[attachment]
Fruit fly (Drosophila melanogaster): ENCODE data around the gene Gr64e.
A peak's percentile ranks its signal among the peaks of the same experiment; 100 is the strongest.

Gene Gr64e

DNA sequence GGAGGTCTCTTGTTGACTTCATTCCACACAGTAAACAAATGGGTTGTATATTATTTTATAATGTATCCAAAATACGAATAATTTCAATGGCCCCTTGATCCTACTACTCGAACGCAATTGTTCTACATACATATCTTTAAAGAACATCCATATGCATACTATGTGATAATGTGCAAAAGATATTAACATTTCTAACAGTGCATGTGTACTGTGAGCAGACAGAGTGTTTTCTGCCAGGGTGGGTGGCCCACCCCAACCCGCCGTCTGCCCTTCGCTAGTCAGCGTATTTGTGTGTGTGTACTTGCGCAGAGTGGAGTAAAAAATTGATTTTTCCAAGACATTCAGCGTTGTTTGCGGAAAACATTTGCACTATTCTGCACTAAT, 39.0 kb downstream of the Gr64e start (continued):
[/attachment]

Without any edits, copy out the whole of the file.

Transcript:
Fruit fly (Drosophila melanogaster): ENCODE data around the gene Gr64e.
A peak's percentile ranks its signal among the peaks of the same experiment; 100 is the strongest.

Gene Gr64e

DNA sequence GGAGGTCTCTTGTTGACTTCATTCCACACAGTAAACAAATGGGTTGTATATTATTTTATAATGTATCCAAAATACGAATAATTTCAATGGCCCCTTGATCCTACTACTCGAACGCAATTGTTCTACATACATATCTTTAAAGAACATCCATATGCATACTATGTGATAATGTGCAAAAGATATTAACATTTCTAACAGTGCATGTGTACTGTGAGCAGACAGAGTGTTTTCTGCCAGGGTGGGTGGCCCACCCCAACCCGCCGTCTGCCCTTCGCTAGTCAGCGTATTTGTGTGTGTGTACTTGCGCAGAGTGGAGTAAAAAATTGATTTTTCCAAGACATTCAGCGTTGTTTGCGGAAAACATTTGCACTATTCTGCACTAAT, 39.0 kb downstream of the Gr64e start (continued):